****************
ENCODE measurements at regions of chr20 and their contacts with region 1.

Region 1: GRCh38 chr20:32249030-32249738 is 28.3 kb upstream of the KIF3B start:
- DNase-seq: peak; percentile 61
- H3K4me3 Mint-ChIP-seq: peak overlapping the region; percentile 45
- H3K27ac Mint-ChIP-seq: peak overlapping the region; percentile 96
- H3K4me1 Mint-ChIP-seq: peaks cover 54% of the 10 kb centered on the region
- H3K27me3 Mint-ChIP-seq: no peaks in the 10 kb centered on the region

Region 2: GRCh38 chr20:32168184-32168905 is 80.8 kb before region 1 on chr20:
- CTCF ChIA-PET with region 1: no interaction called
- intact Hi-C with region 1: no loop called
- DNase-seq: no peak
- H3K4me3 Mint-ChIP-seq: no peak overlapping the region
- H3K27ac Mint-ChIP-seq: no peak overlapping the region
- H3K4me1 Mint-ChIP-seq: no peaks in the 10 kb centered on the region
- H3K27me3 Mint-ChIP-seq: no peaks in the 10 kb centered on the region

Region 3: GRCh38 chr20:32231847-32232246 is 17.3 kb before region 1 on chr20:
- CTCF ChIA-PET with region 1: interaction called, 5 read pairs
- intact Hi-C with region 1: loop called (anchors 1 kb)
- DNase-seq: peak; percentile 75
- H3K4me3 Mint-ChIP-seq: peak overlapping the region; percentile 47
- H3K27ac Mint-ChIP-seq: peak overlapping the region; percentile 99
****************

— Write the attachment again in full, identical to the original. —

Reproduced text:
ENCODE measurements at regions of chr20 and their contacts with region 1.

Region 1: GRCh38 chr20:32249030-32249738 is 28.3 kb upstream of the KIF3B start:
- DNase-seq: peak; percentile 61
- H3K4me3 Mint-ChIP-seq: peak overlapping the region; percentile 45
- H3K27ac Mint-ChIP-seq: peak overlapping the region; percentile 96
- H3K4me1 Mint-ChIP-seq: peaks cover 54% of the 10 kb centered on the region
- H3K27me3 Mint-ChIP-seq: no peaks in the 10 kb centered on the region

Region 2: GRCh38 chr20:32168184-32168905 is 80.8 kb before region 1 on chr20:
- CTCF ChIA-PET with region 1: no interaction called
- intact Hi-C with region 1: no loop called
- DNase-seq: no peak
- H3K4me3 Mint-ChIP-seq: no peak overlapping the region
- H3K27ac Mint-ChIP-seq: no peak overlapping the region
- H3K4me1 Mint-ChIP-seq: no peaks in the 10 kb centered on the region
- H3K27me3 Mint-ChIP-seq: no peaks in the 10 kb centered on the region

Region 3: GRCh38 chr20:32231847-32232246 is 17.3 kb before region 1 on chr20:
- CTCF ChIA-PET with region 1: interaction called, 5 read pairs
- intact Hi-C with region 1: loop called (anchors 1 kb)
- DNase-seq: peak; percentile 75
- H3K4me3 Mint-ChIP-seq: peak overlapping the region; percentile 47
- H3K27ac Mint-ChIP-seq: peak overlapping the region; percentile 99